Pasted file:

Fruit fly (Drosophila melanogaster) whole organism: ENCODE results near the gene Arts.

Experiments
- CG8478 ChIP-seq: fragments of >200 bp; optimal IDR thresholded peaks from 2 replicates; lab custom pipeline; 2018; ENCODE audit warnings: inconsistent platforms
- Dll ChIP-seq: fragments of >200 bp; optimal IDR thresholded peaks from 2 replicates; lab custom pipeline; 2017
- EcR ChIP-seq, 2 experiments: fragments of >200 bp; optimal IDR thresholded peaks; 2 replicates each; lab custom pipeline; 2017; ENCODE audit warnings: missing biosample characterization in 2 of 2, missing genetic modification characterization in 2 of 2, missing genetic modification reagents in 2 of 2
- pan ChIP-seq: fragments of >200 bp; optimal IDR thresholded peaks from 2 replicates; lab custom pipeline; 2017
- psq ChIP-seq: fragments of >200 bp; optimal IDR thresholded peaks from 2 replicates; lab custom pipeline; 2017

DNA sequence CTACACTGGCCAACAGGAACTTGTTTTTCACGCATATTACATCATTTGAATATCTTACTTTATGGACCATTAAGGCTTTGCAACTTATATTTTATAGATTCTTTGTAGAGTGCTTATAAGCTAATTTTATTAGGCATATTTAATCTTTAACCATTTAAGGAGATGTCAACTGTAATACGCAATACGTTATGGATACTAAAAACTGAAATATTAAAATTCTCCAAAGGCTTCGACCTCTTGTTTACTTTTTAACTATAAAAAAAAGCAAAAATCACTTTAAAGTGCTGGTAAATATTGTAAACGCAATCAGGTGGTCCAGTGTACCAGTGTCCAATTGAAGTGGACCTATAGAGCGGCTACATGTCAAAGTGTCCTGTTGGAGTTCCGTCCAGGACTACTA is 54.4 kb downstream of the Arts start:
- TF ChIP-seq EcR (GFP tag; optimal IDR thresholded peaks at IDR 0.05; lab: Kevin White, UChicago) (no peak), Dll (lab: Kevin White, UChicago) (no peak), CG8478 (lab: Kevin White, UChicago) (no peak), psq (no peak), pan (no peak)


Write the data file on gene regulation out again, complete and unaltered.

Fruit fly (Drosophila melanogaster) whole organism: ENCODE results near the gene Arts.

Experiments
- CG8478 ChIP-seq: fragments of >200 bp; optimal IDR thresholded peaks from 2 replicates; lab custom pipeline; 2018; ENCODE audit warnings: inconsistent platforms
- Dll ChIP-seq: fragments of >200 bp; optimal IDR thresholded peaks from 2 replicates; lab custom pipeline; 2017
- EcR ChIP-seq, 2 experiments: fragments of >200 bp; optimal IDR thresholded peaks; 2 replicates each; lab custom pipeline; 2017; ENCODE audit warnings: missing biosample characterization in 2 of 2, missing genetic modification characterization in 2 of 2, missing genetic modification reagents in 2 of 2
- pan ChIP-seq: fragments of >200 bp; optimal IDR thresholded peaks from 2 replicates; lab custom pipeline; 2017
- psq ChIP-seq: fragments of >200 bp; optimal IDR thresholded peaks from 2 replicates; lab custom pipeline; 2017

DNA sequence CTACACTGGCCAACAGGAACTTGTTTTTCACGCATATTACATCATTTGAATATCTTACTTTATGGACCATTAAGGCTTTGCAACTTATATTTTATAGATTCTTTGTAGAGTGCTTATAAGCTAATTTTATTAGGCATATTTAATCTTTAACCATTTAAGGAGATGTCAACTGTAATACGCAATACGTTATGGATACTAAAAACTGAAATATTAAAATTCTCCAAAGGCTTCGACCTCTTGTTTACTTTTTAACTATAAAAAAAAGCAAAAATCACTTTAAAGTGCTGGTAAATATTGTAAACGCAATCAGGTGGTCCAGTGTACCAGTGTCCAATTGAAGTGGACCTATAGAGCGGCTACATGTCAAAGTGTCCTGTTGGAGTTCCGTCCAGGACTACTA is 54.4 kb downstream of the Arts start:
- TF ChIP-seq EcR (GFP tag; optimal IDR thresholded peaks at IDR 0.05; lab: Kevin White, UChicago) (no peak), Dll (lab: Kevin White, UChicago) (no peak), CG8478 (lab: Kevin White, UChicago) (no peak), psq (no peak), pan (no peak)